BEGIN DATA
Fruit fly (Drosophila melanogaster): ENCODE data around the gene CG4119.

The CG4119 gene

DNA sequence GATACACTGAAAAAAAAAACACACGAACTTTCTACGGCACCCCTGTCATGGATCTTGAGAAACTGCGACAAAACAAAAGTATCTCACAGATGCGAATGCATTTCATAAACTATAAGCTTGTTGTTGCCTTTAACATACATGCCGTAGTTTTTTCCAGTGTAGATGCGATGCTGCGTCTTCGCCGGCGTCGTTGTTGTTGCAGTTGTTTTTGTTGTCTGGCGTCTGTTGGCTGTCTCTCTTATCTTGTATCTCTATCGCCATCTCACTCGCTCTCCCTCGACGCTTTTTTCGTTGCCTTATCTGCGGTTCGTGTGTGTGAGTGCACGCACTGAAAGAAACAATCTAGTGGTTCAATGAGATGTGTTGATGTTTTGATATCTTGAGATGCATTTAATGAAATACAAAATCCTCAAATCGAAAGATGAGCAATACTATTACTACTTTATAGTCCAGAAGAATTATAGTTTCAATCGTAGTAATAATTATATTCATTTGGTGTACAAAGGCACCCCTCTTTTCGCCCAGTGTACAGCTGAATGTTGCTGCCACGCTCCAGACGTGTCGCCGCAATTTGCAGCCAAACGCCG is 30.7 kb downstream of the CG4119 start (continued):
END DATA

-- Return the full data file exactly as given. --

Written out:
Fruit fly (Drosophila melanogaster): ENCODE data around the gene CG4119.

The CG4119 gene

DNA sequence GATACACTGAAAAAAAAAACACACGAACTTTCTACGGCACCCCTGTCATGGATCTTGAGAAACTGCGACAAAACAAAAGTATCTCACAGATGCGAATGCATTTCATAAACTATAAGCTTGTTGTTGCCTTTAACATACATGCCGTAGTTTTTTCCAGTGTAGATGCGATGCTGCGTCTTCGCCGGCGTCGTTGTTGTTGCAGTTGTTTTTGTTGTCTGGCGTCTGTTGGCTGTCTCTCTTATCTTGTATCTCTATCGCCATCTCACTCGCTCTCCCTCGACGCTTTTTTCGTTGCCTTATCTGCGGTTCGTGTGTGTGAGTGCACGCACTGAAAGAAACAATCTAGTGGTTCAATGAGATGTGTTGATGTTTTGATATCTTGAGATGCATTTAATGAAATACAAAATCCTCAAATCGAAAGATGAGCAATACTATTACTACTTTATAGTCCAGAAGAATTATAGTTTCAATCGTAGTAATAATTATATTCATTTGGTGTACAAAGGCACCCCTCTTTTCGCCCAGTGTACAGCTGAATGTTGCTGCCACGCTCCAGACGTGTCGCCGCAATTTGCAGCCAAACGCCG is 30.7 kb downstream of the CG4119 start (continued):